7. Global Optimal Energy Management Strategy Research for a Plug-In Series-Parallel Hybrid Electric Bus by Using Dynamic Programming

    Hongwen He; Henglu Tang; Ximing Wang

    2013-01-01

    Energy management strategy influences the power performance and fuel economy of plug-in hybrid electric vehicles greatly. To explore the fuel-saving potential of a plug-in hybrid electric bus (PHEB), this paper searched the global optimal energy management strategy using dynamic programming (DP) algorithm. Firstly, the simplified backward model of the PHEB was built which is necessary for DP algorithm. Then the torque and speed of engine and the torque of motor were selected as the control va...

  8. Plug-in Hybrid Electric Vehicle Value Proposition Study - Final Report

    Sikes, Karen [Sentech, Inc.; Hadley, Stanton W [ORNL; McGill, Ralph N [ORNL; Cleary, Timothy [Sentech, Inc.

    2010-07-01

    PHEVs have been the subject of growing interest in recent years because of their potential for reduced operating costs, oil displacement, national security, and environmental benefits. Despite the potential long-term savings to consumers and value to stakeholders, the initial cost of PHEVs presents a major market barrier to their widespread commercialization. The study Objectives are: (1) To identify and evaluate value-added propositions for PHEVs that will help overcome the initial price premium relative to comparable ICEs and HEVs and (2) to assess other non-monetary benefits and barriers associated with an emerging PHEV fleet, including environmental, societal, and grid impacts. Study results indicate that a single PHEV-30 on the road in 2030 will: (1) Consume 65% and 75% less gasoline than a comparable HEV and ICE, respectively; (2) Displace 7.25 and 4.25 barrels of imported oil each year if substituted for equivalent ICEs and HEVs, respectively, assuming 60% of the nation's oil consumed is imported; (3) Reduce net ownership cost over 10 years by 8-10% relative to a comparable ICE and be highly cost competitive with a comparable HEV; (4) Use 18-22% less total W2W energy than a comparable ICE, but 8-13% more than a comparable HEV (assuming a 70/30 split of E10 and E85 use in 2030); and (5) Emit 10% less W2W CO{sub 2} than equivalent ICEs in southern California and emits 13% more W2W CO{sub 2} than equivalent ICEs in the ECAR region. This also assumes a 70/30 split of E10 and E85 use in 2030. PHEVs and other plug-in vehicles on the road in 2030 may offer many valuable benefits to utilities, business owners, individual consumers, and society as a whole by: (1) Promoting national energy security by displacing large volumes of imported oil; (2) Supporting a secure economy through the expansion of domestic vehicle and component manufacturing; (3) Offsetting the vehicle's initial price premium with lifetime operating cost savings (e.g., lower fuel and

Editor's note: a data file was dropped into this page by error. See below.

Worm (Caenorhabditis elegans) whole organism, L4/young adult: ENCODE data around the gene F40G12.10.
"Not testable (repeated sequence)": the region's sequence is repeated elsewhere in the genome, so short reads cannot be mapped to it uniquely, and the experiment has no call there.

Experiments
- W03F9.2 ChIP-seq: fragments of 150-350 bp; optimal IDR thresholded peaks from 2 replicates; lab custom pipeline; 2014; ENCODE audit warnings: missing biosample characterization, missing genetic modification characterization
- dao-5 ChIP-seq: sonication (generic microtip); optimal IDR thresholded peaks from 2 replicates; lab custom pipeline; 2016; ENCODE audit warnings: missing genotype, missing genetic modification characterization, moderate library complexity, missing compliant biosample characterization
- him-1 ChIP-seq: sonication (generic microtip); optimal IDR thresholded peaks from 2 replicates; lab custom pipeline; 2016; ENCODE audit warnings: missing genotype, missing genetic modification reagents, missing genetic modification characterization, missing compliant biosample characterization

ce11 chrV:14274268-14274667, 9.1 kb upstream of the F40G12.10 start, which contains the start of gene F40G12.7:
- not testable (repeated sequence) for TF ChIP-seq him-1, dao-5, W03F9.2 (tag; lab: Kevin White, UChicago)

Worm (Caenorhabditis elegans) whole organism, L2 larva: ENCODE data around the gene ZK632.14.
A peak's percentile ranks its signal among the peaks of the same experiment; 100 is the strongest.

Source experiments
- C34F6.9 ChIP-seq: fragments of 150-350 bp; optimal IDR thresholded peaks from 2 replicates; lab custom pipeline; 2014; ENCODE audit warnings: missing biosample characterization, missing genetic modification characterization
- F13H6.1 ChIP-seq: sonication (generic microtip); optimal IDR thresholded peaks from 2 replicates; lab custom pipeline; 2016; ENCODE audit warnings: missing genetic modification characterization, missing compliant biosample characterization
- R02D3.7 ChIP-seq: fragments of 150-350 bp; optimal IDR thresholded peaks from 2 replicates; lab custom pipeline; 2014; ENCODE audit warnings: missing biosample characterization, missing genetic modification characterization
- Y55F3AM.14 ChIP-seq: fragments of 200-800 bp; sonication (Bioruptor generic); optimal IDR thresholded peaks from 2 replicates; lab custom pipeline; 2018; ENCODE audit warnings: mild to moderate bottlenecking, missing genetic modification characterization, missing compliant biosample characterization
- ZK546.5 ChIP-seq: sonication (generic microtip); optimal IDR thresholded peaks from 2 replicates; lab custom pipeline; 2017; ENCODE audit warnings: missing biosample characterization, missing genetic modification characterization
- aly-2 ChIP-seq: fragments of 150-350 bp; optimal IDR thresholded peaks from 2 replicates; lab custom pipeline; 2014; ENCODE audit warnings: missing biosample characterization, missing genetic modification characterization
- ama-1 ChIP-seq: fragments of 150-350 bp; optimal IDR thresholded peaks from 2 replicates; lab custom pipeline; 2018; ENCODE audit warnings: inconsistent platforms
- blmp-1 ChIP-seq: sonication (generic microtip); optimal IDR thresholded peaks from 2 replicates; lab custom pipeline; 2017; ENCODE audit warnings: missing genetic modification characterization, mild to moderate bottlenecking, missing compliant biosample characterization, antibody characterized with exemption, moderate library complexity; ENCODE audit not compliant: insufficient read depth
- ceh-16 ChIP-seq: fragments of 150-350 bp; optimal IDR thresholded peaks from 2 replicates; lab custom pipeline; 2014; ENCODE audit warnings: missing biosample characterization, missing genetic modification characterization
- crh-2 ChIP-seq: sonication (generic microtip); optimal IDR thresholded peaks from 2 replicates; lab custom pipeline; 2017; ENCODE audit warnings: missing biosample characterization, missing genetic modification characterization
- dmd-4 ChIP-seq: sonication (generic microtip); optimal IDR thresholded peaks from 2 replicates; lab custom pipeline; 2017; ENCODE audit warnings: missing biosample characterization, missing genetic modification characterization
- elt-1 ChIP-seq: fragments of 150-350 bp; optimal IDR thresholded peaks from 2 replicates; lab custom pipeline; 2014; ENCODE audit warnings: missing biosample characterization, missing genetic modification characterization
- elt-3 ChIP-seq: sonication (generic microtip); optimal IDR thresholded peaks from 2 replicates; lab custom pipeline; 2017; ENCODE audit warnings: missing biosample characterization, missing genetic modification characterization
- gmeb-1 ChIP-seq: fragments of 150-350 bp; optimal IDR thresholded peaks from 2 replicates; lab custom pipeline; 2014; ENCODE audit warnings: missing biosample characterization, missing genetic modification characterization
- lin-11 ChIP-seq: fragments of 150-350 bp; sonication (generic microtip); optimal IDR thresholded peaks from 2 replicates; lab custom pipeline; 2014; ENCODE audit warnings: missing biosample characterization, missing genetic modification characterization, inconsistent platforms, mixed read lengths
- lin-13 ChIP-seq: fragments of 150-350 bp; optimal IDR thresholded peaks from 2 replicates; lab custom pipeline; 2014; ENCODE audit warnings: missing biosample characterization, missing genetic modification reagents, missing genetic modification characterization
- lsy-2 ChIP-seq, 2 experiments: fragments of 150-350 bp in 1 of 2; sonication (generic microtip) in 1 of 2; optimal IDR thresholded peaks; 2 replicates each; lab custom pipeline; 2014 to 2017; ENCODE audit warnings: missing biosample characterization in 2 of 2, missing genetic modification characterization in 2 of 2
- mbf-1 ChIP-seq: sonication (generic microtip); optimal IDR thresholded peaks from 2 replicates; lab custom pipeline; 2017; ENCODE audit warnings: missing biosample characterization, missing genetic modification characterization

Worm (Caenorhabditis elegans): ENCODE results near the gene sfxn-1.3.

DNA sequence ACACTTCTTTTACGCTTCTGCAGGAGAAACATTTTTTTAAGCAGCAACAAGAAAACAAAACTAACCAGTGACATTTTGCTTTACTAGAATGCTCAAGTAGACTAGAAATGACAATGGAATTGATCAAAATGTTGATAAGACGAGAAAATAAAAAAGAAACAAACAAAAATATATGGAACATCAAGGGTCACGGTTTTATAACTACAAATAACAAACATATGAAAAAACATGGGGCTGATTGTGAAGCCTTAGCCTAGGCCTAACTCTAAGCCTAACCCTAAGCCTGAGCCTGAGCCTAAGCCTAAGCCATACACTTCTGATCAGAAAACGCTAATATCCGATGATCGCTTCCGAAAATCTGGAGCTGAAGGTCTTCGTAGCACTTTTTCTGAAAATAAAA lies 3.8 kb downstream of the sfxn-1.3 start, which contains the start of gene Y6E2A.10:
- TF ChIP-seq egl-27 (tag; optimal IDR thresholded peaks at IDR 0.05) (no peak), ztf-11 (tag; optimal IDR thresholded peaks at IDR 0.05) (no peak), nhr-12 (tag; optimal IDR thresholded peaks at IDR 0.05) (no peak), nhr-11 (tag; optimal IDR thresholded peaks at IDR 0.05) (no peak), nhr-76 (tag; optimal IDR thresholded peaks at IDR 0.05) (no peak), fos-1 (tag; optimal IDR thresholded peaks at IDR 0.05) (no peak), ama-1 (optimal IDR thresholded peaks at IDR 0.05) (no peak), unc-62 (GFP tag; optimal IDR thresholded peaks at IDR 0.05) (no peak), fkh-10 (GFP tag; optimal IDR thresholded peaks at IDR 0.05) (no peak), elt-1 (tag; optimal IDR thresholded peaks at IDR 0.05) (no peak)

9. Integration of plug-in hybrid cars in the promotion of intelligent distribution networks; Integration von Plug-in-Hybrid Cars zur Foerderung intelligenter Verteilnetzstrukturen (Vorstudie) - Schlussbericht / 2 2008

    Horbaty, R.; Rigassi, R.

    2008-08-15

    This final report for the Swiss Federal Office of Energy (SFOE) reviews work done as part of a preliminary study concerning the use of plug-in hybrid cars as part of a system for the regulation of energy in electricity supply grids. The 'Vehicle to Grid' concept is discussed. This involves hybrid vehicles with higher accumulator capacities, reversible charger units as well as appropriate connector technologies and communication systems. This 'smart grid' concept is looked at and the players involved are introduced. The advantages and disadvantages of such a system are discussed.

  10. Development of a plug in for image j for the quality control of a scanner; Desarrollo de un Plug-in de Imagej para el control de calidad de un escaner

    Otal Palacin, A.; Fuentemilla Urio, N.; Olasolo Alonso, J.; Martin Albina, M. L.; Miquelez Alonso, S.; Lozares Cordero, S.; Pellejero, S.; Maneru Camara, F.; Rubio Arroniz, A.; Soto Prados, P.

    2013-07-01

    The increase in the quality of radiology equipment requirements necessitates that give us tools efficient that they simplify the more possible tasks of analysis of the data obtained in the quality controls. We can choose by solutions based on commercial software or otherwise try to develop our own to measure of our needs. For this reason we have developed a plug-in for the ImageJ program that automates the work of analysis of image quality in the Navarro health service scanners. (Author)